In the same way the State of Washington Department of Ecology continues to take steps and implement tools that will streamline the cleanup process even further, REGENESIS recognizes the critical need for cost-effective, sustainable and environmentally sound remediation solutions. Whether pioneering new in situ technologies in the lab or rolling up its sleeves in the field to ensure a successful project outcome, REGENESIS remains committed to advancing the remediation industry for the benefit of its partners as well as for the future of the world at large.

How PlumeStop® Brings Sites to Permanent Closure

PlumeStop rapidly removes contaminants from groundwater and stimulates their permanent degradation. This exciting, turn-key solution offers several key benefits for addressing brownfield site treatment, including:

  • Rapid reduction of dissolved-phase plumes
  • Distribution of widely under low injection pressures
  • Achievement of stringent groundwater clean-up standards
  • Providing a long-term means of addressing matrix back–diffusion
  • Elimination of excessive time and end-point uncertainty associated with groundwater remediation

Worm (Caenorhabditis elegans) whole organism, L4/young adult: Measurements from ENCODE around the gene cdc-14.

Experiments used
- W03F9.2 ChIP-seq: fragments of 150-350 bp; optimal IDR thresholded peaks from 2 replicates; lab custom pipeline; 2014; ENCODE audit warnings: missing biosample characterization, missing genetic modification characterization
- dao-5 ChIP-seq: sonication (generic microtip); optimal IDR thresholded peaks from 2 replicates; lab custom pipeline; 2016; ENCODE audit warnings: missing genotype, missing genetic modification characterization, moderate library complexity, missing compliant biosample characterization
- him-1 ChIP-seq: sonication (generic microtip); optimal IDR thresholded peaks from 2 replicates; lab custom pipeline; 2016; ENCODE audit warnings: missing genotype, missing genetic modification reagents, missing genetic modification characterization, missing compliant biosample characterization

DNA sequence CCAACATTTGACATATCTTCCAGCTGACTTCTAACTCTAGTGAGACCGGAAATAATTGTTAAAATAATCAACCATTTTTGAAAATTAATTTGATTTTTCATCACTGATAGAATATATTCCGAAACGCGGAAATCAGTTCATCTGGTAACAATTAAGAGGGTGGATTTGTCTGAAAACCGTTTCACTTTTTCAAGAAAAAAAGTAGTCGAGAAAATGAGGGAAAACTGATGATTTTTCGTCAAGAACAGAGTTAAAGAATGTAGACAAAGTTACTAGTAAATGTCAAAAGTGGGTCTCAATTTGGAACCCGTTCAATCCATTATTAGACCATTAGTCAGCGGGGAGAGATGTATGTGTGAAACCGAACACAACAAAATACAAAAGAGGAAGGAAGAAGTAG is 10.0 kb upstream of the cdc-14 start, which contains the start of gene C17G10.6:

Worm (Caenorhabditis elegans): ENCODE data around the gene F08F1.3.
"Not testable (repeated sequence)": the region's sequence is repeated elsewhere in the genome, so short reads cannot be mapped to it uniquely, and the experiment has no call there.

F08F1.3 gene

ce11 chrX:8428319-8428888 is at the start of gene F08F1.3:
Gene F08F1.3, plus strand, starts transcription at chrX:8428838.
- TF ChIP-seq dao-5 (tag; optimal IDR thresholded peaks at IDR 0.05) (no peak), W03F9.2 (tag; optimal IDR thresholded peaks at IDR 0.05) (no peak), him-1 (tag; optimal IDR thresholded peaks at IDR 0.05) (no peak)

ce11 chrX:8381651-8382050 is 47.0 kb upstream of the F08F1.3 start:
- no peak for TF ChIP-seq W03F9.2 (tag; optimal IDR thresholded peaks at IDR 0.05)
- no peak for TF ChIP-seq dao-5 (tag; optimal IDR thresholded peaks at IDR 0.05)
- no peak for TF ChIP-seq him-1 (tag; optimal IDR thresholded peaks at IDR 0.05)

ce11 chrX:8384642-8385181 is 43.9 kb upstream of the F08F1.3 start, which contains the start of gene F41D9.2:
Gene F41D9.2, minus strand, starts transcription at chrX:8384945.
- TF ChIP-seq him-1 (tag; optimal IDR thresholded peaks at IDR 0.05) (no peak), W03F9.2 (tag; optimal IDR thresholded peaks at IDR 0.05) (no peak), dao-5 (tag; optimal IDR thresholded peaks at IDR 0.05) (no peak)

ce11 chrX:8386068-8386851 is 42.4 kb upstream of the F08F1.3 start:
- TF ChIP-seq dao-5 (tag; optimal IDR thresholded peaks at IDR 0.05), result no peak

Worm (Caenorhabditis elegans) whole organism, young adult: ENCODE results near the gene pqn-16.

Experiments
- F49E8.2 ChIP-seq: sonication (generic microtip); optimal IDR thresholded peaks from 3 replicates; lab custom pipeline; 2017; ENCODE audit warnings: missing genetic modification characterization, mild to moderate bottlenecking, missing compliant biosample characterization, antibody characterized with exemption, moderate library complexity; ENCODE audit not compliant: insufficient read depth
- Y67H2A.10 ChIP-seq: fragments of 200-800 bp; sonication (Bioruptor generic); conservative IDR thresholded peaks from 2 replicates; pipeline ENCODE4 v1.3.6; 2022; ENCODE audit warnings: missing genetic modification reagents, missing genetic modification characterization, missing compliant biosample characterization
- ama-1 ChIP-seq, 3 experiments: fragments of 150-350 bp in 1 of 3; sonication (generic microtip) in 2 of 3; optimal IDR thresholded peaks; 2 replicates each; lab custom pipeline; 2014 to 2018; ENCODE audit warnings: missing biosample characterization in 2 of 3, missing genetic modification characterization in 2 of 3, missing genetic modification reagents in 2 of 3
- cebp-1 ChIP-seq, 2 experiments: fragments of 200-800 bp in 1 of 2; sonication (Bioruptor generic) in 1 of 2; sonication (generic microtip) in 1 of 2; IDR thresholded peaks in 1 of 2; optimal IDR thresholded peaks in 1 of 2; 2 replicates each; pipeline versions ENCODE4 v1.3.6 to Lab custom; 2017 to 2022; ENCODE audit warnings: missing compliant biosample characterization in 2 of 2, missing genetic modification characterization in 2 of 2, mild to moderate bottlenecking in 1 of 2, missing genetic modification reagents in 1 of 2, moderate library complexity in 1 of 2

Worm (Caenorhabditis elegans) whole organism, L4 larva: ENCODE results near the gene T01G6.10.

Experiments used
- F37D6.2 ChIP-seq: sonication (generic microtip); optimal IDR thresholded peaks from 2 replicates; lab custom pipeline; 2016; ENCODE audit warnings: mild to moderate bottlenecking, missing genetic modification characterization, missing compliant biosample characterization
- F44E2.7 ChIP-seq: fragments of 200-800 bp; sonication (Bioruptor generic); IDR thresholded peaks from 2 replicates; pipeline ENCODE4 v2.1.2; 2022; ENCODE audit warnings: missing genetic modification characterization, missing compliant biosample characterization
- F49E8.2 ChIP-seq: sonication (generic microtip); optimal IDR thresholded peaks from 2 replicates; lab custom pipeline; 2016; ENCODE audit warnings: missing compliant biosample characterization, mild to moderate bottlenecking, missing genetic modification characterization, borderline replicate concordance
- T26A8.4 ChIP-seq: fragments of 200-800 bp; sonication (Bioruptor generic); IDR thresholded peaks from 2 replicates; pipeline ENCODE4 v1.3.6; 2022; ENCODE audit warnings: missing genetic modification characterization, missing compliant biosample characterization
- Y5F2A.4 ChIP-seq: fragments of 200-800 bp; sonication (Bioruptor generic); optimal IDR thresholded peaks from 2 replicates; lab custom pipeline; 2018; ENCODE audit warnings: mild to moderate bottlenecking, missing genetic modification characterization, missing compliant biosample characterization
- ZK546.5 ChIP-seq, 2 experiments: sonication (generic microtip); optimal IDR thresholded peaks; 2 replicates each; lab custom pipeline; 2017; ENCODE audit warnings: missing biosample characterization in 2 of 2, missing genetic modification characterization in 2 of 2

PlumeStop is composed of very fine particles of activated carbon (1-2µm), suspended in water through the use of unique organic polymer dispersion chemistry. Once in the subsurface, the material behaves as a colloidal biomatrix, binding to the aquifer matrix, rapidly removing contaminants from groundwater, and expediting permanent contaminant biodegradation. This unique remediation technology accomplishes treatment with the use of highly dispersible, fast-acting, sorption-based technology which captures and concentrates dissolved-phase contaminants within its matrix-like structure. When contaminants are sorbed onto the regenerative matrix, biodegradation processes achieve complete remediation at an accelerated rate, leading to successful site treatment.